January 20, 2011
Enough is enough. The sick get sicker and wonder why. My anger flares. I did not ask for this latest siege and feel I have put up with plenty already. My dues are paid in full. The impact of piggy-backing illnesses is cumulative, and there are only so many bricks I can carry up the mountain.
Almost four decades and three conditions, in addition to the attendant complications that can be laid to constant stress on my body from MS keep me constantly close to the edge. I am weary, tired of the struggle, the fight in me waning. My frequently offered Faustian bargain: I will deal with what I’ve got. Just do not add to the burden, holds no sway with the powers that be. Bastards.
“The MRI and X-rays are clear. You need a lumbar fusion. These two vertebrae are hitting each other and a nerve is caught between them. We have to separate them to stop the pain.” I blankly stared at these complicated photos hanging over lights on his wall. I visualized the doctor playing with an Erector set and screwing his contraption to my bones.
“When do you want to do it,” he asked, fiddling with his stethoscope. His hammer probably was in his tool kit. Tonight, I answered. The pain was getting to me. Of course I did not want to get splayed that night or any other. I had been dumped on cold slabs in too many over-air conditioned operating rooms already. Surgery had become my recurring nightmare. I wanted to run, but I could barely walk.
The chronically healthy do not understand that sometimes the rest of us are weary to the bone. I had endured back surgery once already. I knew the razor sharp pain, the bayonet in the back. This I knew: I do not want this. But pain was my constant companion, anyway. The thought of the post-op journey to the bathroom or down to the kitchen made me want to cry. No. I cannot do this again.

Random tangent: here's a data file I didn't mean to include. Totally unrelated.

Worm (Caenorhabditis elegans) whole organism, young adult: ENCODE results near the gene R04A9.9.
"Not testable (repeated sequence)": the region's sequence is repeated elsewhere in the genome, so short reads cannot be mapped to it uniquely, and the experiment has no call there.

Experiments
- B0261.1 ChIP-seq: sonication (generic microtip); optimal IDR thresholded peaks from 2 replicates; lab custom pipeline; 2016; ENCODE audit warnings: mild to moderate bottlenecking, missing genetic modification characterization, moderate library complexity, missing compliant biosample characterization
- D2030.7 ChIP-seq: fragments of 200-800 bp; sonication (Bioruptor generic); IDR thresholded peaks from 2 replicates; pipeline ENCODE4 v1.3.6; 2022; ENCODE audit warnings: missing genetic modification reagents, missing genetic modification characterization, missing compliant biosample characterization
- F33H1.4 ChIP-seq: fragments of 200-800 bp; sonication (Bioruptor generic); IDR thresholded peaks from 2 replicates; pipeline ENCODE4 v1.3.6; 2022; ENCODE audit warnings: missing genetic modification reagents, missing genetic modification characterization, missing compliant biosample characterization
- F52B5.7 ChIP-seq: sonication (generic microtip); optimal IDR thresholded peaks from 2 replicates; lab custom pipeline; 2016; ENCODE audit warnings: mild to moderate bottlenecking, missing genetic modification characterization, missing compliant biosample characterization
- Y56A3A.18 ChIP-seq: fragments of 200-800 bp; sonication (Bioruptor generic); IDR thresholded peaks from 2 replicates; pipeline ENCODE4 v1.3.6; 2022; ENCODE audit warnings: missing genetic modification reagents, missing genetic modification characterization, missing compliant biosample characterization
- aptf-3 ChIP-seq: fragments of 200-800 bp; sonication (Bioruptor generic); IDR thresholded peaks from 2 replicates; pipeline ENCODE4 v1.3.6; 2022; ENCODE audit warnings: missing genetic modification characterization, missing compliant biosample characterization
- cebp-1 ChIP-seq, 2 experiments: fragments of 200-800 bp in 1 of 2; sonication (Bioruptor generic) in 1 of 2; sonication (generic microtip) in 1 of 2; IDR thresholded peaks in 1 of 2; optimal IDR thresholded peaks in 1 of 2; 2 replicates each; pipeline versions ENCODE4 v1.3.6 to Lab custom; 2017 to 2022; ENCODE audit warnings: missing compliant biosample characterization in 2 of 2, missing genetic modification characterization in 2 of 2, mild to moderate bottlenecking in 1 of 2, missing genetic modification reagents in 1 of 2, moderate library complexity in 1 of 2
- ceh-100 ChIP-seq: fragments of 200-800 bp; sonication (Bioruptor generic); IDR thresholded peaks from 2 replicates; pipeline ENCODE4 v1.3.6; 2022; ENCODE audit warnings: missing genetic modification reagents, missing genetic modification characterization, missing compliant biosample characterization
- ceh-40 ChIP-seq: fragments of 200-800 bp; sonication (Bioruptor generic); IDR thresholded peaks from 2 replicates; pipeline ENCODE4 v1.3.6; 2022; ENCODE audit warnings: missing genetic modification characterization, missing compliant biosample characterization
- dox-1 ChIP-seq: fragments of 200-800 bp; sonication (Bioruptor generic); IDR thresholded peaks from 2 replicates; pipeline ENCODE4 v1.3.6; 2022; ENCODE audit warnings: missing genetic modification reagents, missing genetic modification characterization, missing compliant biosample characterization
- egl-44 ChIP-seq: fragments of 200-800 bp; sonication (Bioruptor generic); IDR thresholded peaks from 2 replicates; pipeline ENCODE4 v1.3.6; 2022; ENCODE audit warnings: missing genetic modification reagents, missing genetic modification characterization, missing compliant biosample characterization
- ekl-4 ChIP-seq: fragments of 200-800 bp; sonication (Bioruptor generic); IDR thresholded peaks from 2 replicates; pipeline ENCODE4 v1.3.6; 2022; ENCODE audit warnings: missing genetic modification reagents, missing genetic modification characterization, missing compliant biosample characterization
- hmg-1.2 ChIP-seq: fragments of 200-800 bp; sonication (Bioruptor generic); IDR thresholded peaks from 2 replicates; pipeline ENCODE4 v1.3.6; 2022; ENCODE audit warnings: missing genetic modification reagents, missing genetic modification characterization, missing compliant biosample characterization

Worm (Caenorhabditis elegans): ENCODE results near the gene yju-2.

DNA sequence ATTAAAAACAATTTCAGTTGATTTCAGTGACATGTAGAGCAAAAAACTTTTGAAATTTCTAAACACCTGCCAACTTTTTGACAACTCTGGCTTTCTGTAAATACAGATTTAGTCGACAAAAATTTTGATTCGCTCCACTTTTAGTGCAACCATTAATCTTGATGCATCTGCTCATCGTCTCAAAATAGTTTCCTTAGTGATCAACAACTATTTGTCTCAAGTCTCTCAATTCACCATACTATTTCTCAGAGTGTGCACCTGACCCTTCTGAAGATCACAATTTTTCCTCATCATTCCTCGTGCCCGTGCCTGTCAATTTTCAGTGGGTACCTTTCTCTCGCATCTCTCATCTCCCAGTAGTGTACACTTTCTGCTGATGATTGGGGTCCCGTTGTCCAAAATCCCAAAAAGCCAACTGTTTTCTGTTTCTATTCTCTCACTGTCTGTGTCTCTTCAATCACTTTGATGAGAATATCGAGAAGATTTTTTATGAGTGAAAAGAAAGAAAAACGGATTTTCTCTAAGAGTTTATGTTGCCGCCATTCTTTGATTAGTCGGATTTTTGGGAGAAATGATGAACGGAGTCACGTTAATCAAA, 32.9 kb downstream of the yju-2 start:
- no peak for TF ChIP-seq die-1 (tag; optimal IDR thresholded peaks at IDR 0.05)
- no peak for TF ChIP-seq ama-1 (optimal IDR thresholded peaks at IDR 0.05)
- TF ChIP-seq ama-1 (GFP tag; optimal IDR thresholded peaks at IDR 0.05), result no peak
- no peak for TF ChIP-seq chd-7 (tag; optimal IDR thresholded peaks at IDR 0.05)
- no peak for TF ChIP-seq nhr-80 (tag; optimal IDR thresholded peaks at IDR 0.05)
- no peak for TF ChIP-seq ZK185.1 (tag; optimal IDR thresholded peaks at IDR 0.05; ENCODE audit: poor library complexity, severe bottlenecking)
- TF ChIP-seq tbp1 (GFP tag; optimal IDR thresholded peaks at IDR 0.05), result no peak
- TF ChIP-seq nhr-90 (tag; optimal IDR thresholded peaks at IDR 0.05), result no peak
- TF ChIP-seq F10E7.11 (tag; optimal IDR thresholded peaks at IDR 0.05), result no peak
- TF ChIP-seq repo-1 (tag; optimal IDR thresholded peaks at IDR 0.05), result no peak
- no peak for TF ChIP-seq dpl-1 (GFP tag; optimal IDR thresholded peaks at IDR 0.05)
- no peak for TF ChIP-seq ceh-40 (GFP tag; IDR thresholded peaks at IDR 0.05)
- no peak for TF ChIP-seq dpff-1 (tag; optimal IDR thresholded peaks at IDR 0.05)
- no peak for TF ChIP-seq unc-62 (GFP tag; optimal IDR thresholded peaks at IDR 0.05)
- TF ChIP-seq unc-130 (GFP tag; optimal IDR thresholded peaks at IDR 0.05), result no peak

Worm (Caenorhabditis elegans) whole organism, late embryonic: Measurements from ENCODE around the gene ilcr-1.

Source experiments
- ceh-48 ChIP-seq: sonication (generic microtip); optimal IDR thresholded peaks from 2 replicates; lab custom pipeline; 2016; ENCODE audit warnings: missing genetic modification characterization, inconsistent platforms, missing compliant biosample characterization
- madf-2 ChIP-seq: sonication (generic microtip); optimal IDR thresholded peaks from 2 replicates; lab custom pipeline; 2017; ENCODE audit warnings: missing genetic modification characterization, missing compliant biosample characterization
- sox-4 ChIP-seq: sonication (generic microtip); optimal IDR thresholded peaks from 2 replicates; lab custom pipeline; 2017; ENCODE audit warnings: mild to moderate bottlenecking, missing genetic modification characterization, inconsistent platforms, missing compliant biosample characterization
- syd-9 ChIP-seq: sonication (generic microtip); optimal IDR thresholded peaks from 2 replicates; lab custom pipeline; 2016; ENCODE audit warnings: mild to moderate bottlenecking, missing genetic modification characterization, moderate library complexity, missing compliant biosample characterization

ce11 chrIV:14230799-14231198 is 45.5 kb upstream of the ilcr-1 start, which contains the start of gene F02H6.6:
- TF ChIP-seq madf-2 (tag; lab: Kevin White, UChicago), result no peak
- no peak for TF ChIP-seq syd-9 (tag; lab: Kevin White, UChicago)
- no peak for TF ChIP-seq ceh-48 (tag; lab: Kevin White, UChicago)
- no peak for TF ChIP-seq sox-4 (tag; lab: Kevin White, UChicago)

I had to. I knew that, also. The alternative would be a life sentence of pain. Make your peace, I told myself. It would not be easy.
I hate hospitals. I fear then and avoid incarceration there at all costs. Nothing much good comes from a stay in the hospital, only the probability of leaving sicker than when I arrived.
After too much hospital time, fighting my battles with multiple sclerosis and colon cancer through the years, I had casually announced to Meredith that the next time I planned to enter one of those horrid institutions, my life would have to be hanging from a thread, such as after getting run over by an eighteen wheeler.
But back from the future. The challenge of enduring this spinal surgery came down to what kind of a life I want to live. I struggle every day with limitations enough from years of living with MS. Do I want to add to those weights around my neck? It does take discipline to summon the resolve to embark on a course no part of you wants to take.